• Is this [zedz.net] the same CFS (by Matt Blaze)?

      Does anyone know of a more recent version?

      And how does it compare to TCFS [www.tcfs.it]?

      • Yes, it appears to be the CFS I'm talking about. The nice thing about CFS is that since it relies on NFS for its infrastructure, it is very portable, and resides entirely in user-land (with a root-running daemon).

        TCFS is generally used to encrypt entire home directories, and but is generally Linux specific (kernel tie-ins). It is more advanced than CFS, though.

  • ssh-agent startx (Score:2, Interesting)

    by smcavoy ( 114157 )
    I use this with much sucess,
    I must then run ssh-add for every key I want to use. doing that once a day (assuming your not in a hostile enviroment, and never lock the console...)
    saves time. Is this a bad idea?????
  • Wish list (Score:3, Insightful)

    by XNormal ( 8617 ) on Monday September 10, 2001 @01:31AM (#2272276) Homepage
    An ssh-agent which supports physical tokens like the Dallas semiconductors iButton [ibutton.com] (decoder rings are cool!)

    Using ssh-agent to access cfs encrypted directories.

    Using ssh-agent to unlock GnuPG keys.

    All of the above, tunnelled through ssh-agent forwarding.

    Using the same physical token to log in locally.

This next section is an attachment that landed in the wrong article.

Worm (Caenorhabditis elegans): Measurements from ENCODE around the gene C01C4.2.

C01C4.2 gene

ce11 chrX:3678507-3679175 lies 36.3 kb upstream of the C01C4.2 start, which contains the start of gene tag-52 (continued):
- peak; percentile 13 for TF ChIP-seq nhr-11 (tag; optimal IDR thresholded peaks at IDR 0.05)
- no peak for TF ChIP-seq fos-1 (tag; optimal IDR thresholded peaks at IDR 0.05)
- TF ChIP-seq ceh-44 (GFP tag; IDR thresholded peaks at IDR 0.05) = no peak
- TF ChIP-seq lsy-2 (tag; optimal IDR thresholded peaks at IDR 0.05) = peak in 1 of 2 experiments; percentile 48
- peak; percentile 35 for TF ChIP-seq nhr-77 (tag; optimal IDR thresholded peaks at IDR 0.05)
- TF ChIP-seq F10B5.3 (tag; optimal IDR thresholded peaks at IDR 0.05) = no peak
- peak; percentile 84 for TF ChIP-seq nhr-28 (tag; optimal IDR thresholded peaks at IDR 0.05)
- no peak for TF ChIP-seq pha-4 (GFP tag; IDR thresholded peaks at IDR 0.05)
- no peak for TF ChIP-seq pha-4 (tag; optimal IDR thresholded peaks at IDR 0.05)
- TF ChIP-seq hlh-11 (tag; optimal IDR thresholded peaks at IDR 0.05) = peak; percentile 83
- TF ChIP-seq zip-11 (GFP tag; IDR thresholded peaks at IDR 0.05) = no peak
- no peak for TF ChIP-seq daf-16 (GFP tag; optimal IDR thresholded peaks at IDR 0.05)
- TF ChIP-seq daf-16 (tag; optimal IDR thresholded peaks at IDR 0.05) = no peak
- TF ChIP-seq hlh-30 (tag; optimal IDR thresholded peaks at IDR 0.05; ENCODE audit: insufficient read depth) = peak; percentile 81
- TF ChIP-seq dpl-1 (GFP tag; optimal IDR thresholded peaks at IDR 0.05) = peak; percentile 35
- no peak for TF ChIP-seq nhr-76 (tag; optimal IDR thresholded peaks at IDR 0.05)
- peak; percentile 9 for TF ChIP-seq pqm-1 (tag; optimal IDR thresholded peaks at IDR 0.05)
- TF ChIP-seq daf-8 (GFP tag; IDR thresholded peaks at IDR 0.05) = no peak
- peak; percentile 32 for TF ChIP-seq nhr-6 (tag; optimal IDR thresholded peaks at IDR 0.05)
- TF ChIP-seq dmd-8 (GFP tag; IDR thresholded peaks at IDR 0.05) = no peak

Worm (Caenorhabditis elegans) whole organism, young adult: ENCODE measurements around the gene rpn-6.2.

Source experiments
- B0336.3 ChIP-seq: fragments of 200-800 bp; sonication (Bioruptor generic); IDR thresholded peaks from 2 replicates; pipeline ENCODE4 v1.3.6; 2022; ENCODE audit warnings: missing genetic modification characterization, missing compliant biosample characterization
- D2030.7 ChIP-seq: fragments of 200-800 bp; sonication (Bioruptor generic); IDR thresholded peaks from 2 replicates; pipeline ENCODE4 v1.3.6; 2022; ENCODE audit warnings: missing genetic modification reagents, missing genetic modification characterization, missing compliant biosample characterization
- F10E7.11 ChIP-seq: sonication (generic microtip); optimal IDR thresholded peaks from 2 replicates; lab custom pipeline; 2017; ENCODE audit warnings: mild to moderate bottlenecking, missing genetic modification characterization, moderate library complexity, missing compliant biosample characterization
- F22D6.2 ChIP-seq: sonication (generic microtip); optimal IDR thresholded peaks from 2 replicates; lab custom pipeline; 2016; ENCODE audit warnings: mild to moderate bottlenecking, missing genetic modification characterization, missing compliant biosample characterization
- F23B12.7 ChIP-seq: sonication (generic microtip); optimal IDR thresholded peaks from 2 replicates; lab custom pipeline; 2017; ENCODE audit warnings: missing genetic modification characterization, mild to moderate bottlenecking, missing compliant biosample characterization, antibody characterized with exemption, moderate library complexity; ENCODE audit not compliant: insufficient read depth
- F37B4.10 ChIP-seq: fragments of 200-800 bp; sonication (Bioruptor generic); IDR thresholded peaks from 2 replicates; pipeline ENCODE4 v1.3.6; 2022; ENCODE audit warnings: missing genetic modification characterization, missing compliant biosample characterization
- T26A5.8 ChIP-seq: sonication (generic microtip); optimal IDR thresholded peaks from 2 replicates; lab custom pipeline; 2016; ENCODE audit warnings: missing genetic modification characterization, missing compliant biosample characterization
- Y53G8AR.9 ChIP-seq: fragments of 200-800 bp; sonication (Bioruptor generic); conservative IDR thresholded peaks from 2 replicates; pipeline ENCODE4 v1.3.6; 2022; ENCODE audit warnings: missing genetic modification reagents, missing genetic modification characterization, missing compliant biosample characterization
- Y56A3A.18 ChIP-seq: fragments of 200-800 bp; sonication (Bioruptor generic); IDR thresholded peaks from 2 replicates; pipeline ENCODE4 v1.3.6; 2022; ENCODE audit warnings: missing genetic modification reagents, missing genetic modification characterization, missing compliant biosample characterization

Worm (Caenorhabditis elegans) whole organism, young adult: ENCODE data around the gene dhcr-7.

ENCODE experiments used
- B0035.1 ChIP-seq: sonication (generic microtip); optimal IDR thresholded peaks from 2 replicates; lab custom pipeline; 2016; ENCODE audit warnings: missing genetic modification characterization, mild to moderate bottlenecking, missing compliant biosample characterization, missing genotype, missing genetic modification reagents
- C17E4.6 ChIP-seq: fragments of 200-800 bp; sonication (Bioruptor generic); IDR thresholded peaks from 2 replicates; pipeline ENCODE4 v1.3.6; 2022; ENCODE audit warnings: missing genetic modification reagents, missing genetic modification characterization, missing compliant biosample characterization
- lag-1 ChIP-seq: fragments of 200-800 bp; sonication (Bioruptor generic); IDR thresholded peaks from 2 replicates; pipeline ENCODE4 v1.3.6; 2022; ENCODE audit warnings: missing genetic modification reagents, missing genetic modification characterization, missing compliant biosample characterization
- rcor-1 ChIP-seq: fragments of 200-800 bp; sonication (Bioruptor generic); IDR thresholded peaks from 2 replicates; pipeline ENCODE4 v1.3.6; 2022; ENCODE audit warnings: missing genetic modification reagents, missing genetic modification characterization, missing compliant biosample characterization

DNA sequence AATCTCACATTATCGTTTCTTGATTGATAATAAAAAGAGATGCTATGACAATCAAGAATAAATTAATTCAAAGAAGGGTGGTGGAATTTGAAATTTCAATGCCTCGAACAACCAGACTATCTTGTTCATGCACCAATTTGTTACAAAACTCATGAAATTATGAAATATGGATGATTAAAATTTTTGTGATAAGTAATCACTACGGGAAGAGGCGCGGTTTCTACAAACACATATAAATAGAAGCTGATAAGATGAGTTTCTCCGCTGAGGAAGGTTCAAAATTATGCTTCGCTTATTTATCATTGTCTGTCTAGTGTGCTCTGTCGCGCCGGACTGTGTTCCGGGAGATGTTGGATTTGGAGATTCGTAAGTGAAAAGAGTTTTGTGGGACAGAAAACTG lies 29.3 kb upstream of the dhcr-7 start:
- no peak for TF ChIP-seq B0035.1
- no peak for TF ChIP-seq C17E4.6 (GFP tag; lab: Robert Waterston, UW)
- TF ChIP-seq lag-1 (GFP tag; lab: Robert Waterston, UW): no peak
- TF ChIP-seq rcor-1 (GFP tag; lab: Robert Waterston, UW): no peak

World peace.
    • Some decoder rings (the ones used by libow) are supported by keymgr [www.rcpt.to]. Another fine feature: when forwarding your authentication agent and a remote host asks for your key, a GTK-app pops up and asks whether to give it or not. Mostly agent-forwarding is done 'in the dark', and you have no idea when your agent gives out your key.
      • Keymgr serves a particular role in a particular scenario. If you bounce around between multiple machines regularly, even if it's just with scp, agent forwarding is a beautiful thing. You can have key-only authentication throughout your network, and still minimize the exposure of the keys on disk.

        Unfortunately, agent forwarding is also a can of worms. ssh-agent allows any hostile machine that you forward onto to use your keys to do arbitrary damage as long as you remain connected.

        The first couple of good steps to take are mentioned above; interactive confirmation of forwarded authentication - which is possible with ssh - and using a physical token for added security.

        I did once write a patch for gnupg to use keymgr for key management, but it was rather ugly and was treated to an (entirely deserved!) cold shoulder. It was very satisfying to sign and decrypt email with my Java ring, though :)

        I've started working on libow again, and I'll probably move onto cleaning the rust off keymgr before my holidays are over - and maybe get around to writing that risk analysis/best common practice paper on ssh that I've been meaning to do since last century, instead of starting to braindump into a /. comment :P
  • by PatJensen ( 170806 ) on Monday September 10, 2001 @01:55AM (#2272304) Homepage